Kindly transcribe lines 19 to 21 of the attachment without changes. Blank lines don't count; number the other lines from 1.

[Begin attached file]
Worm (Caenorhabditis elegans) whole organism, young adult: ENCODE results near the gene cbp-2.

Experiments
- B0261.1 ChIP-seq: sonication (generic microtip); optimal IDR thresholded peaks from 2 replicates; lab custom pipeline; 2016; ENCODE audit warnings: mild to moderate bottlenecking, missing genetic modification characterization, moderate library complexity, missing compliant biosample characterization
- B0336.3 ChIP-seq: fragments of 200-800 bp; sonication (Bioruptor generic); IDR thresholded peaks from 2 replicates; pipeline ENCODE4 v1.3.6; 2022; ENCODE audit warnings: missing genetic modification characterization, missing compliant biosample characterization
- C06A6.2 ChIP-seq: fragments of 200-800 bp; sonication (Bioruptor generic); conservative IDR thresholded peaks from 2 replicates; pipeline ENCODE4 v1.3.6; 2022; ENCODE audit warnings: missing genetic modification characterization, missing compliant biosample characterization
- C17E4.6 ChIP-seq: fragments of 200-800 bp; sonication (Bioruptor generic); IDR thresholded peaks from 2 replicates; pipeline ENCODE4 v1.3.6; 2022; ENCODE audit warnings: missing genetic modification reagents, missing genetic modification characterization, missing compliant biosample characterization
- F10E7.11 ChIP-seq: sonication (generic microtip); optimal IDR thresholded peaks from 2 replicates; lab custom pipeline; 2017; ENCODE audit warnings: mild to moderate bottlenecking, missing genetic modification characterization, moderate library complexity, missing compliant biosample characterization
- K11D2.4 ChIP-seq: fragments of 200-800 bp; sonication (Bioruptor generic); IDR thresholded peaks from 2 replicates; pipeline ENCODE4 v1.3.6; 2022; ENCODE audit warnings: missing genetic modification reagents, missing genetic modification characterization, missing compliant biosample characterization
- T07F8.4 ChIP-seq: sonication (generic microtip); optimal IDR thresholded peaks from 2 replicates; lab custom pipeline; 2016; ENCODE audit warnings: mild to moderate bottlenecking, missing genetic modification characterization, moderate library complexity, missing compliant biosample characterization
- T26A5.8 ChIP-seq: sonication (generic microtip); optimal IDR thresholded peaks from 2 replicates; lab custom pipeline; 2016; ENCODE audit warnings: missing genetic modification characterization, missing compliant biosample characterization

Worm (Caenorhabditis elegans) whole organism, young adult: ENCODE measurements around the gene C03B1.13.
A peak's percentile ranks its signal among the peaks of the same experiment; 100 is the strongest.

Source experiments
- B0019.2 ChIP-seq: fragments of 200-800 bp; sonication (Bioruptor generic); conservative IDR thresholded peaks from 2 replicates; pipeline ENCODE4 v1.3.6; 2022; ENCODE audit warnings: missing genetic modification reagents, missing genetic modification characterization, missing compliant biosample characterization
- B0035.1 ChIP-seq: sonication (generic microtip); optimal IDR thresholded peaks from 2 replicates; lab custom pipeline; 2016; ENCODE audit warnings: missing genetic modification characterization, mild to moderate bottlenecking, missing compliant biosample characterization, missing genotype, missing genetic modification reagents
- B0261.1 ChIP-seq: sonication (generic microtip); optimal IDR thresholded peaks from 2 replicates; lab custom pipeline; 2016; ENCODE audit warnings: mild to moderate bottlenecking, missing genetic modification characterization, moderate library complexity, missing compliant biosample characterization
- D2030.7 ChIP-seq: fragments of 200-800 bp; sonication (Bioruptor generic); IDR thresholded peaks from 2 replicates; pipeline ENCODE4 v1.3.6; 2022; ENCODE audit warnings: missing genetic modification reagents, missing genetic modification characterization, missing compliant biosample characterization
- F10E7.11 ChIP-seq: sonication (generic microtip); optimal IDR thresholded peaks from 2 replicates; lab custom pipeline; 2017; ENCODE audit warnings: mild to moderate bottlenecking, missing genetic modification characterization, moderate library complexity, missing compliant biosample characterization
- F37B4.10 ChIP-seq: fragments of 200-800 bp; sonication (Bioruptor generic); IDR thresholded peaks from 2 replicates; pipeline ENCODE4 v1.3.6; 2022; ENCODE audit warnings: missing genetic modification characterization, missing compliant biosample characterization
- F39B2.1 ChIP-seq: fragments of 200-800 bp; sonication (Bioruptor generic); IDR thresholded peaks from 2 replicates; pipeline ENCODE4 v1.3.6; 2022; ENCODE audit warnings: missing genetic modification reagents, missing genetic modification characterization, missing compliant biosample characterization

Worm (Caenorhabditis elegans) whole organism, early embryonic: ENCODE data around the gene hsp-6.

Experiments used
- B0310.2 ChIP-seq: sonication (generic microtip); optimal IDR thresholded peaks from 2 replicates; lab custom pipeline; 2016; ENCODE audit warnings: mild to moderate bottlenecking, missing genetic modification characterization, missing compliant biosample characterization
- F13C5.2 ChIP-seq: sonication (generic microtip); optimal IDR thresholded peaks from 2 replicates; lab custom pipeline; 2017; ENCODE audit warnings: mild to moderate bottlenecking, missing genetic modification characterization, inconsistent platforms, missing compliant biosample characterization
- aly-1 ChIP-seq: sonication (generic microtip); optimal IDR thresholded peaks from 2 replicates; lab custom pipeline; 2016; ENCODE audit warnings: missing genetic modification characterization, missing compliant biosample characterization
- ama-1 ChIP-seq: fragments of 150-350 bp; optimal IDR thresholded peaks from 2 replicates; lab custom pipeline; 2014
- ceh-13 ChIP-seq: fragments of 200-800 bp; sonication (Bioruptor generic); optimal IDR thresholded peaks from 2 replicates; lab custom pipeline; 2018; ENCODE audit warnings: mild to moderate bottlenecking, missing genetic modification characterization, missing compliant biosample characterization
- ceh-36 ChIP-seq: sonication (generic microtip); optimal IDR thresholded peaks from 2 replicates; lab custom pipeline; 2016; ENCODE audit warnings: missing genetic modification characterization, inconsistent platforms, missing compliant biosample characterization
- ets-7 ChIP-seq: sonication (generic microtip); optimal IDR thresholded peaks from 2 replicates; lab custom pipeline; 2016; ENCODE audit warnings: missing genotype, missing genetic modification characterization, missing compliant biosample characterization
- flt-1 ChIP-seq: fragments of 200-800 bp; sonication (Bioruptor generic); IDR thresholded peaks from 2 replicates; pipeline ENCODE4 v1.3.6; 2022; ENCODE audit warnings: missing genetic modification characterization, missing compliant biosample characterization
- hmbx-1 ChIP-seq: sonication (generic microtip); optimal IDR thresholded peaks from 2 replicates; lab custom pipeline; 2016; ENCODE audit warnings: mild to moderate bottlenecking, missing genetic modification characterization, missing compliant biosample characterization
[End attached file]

- F37B4.10 ChIP-seq: fragments of 200-800 bp; sonication (Bioruptor generic); IDR thresholded peaks from 2 replicates; pipeline ENCODE4 v1.3.6; 2022; ENCODE audit warnings: missing genetic modification characterization, missing compliant biosample characterization
- F39B2.1 ChIP-seq: fragments of 200-800 bp; sonication (Bioruptor generic); IDR thresholded peaks from 2 replicates; pipeline ENCODE4 v1.3.6; 2022; ENCODE audit warnings: missing genetic modification reagents, missing genetic modification characterization, missing compliant biosample characterization

Worm (Caenorhabditis elegans) whole organism, early embryonic: ENCODE data around the gene hsp-6.